Ok, ok, bear with me.
One of my Shalka headcanons is that it wasn’t the Shalka Doctor who built the body to the Master, but Eight. And then one day something happens and he comes back to the TARDIS already dying, and regenerates in the Master’s arms. Cue the Master sulking/being annoyed by/having to get used to the Doctor’s new face/personality.
I’ve been dying to draw that, I can’t believe I finally did it! And then I had to make a little gif.
I’ll post them separately in another post :)
The post with the both of them separately can be found here, ftr. ;)
I do rather love this shalka!headcanon; I only wish there was more fic to go with it.
This headcanon has never occured to me before, and it’s perfect. Gorgeous gorgeous artwork oh my god. Is…is there any fic to go with this at all? Because I want it. I want it so bad.
The itch starts when his body is wearing thin. He’s worn the face for a long time, now, it seems. Companions have come and gone, he’s hurt over every one of them, loved some, and seen too many torn away. He’d started this life so bright and hopeful, and had found in himself such darkness, as time and agonies went on.
Alone in the TARDIS, he thinks one day, maybe it isn’t my fault. Gods, he had to grow dark and strong to survive, but it could have been preference imprinting. Growing dark, even mean, to survive—if that doesn’t sound like someone he knows.
Even in the depths of this lonely leviathan, he stills as though having said aloud something shocking.
He stands and takes himself to bed without another thought to the matter.
Another day, some time later, he is feeling softer, and lonely. And he thinks, there are two who have never left him, who he could always count on never to lose. His TARDIS, of course, the ol’ girl, and…
The Doctor looks at the blue glow of the time rotor. It’ll be time for new decor, soon. Spiral staircases, circles in the walls. Black. Sharp lighting. He thinks of the change in scenery and the change in flesh as his body thins, and thins.
And then he gets to work.
It takes him weeks of sleepless nights, but he is happier doing it than he’d have been if idle. He calculates the point down to the event horizon, he builds up the skeleton from metal, he puts synthetics in for the muscles, a frame for the mind. He sculpts the face to the man’s preference. Even makes him a little taller, just like he knows the man would want.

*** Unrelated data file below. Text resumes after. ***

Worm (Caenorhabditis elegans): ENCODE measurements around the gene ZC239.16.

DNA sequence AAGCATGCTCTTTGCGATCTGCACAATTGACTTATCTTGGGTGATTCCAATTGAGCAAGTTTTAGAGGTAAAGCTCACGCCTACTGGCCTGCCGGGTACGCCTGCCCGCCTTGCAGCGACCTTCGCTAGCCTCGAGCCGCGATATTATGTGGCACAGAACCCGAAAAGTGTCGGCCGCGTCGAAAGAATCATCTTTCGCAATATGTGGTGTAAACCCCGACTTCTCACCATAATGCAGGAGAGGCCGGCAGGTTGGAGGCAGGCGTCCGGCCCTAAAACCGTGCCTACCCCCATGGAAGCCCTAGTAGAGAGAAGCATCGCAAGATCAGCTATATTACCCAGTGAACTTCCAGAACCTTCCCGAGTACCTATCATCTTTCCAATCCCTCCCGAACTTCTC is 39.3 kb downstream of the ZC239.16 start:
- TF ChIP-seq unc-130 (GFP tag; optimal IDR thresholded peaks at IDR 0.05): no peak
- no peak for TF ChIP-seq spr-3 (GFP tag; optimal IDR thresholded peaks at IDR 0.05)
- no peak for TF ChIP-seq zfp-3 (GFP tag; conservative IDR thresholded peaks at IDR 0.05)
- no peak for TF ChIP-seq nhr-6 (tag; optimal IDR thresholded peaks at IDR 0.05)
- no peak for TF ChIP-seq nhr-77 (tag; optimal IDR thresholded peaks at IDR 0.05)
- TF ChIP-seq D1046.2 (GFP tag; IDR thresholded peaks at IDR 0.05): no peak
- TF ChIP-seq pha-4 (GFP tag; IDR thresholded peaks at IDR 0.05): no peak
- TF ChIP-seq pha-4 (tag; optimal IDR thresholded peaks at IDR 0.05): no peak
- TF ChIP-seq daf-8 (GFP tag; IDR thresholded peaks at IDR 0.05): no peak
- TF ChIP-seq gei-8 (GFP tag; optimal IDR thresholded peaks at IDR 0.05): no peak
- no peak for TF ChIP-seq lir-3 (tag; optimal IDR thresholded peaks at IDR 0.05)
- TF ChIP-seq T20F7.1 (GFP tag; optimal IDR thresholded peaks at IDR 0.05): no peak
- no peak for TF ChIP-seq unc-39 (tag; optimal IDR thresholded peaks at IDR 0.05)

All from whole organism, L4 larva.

Waking the Master is a terrifying moment, and it occurs to the Doctor so suddenly that the Master could kill him, now, if he wanted.
He’d be stuck in the TARDIS either way. The Doctor couldn’t do anything about that. It’s not much freedom but he has to hope the Master won’t kill off his best chance of company.
He ought to be afraid. But the truth is, when the Master opens his eyes, the Doctor wants to sigh, and laugh, and dance with happy relief.
"What is it you hoped to gain?"
"Company, I suppose. And I couldn’t… I wouldn’t leave you there. Not forever. I missed you."
"How devastatingly sentimental of you."
The Master uses dry tones to incredible effect. The Doctor almost takes a defensive posture but, the thing is, the Master’s eyes are still considering. He’s not angry, anymore, like he was in the first weeks, when he did not speak. Breaking the silence was like all Christmasses come at once. The Master is curious now, and willing to listen, and the Doctor is optimistic.
"Why did you do it?"
"I told you. I missed you."
"Not afraid I’ll poison your tea, Doctor?"
The Doctor smiles. “It wouldn’t be you, or me, if I wasn’t a little worried about it. Why—will you?”
"I suppose we shall see," the Master says. He is almost smiling, and the Doctor feels in his weary bones that things are going to be okay.
The Master never liked it when the Doctor went off on his own, but it’s not as though he can follow, and the Doctor would go mad cooped up on his own, without a universe to meddle in. But all the trouble in the world catches up, and begets trouble back.